When a guy’s printer type began to grow faint, he called a local repair shop where a friendly man informed him that the printer probably needed only to be cleaned.
Because the store charged $50 for such cleanings, he told him he might be better off reading the printer’s manual and trying the job himself.
Pleasantly surprised by his candor, he asked, “Does your boss know that you discourage business?”
“Actually, it’s my boss’s idea,” the employee replied sheepishly.
“We usually make more money on repairs if we let people try to fix things themselves first.”
We’ve always tried to instill in our children God’s desire that they respect and obey their parents. One morning, following an evening of explaining the Golden Rule to my preschool daughter, Katie, I quizzed her.
“What’s the Golden Rule?” I asked.
With a look of exasperation she replied, “I know, I know. You’re the mommy!”
Several women, each trying to one-up the other, appeared in court, each accusing the others of causing the trouble they were having in the apartment building where they lived.
The judge, with Solomon-like wisdom decreed, “Okay, I’m ready to hear the evidence…I’ll hear the oldest first.”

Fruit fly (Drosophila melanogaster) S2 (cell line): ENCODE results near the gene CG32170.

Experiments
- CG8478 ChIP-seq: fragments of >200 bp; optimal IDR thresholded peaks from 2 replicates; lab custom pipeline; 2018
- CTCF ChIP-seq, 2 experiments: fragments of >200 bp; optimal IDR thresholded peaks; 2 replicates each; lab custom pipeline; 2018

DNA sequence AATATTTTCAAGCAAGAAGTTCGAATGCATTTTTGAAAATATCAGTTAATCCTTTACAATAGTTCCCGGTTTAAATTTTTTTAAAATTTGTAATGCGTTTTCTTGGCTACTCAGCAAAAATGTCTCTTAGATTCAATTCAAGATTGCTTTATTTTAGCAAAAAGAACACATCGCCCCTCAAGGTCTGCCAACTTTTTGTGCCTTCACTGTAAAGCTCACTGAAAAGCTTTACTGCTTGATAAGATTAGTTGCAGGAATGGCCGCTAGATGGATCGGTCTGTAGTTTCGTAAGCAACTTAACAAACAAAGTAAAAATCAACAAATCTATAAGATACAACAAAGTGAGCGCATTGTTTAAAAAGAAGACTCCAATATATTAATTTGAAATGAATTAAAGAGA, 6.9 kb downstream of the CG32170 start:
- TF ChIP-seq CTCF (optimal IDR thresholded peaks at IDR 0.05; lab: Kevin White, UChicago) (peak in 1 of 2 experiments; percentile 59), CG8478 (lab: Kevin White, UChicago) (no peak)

The case was dismissed for lack of testimony.
A man, responsible for the overall closing of a military base, was reviewing voluminous files. He found some old records that were of no possible value and sent a letter to Washington requesting permission to destroy them.
The reply he received read as follows: “Permission is given to destroy the records, but please make triplicate copies of them first.”
A fellow came into a bar and ordered a martini. Before drinking it, he removed the olive and carefully put it into a glass jar. Then he ordered another martini and did the same thing. After an hour, when he was full of martinis and the jar was full of olives, he staggered out.
“Well,” said a customer, “I never saw anything as peculiar as that!”
“What’s so peculiar about it?” the bartender said. “His wife sent him out for a jar of olives.”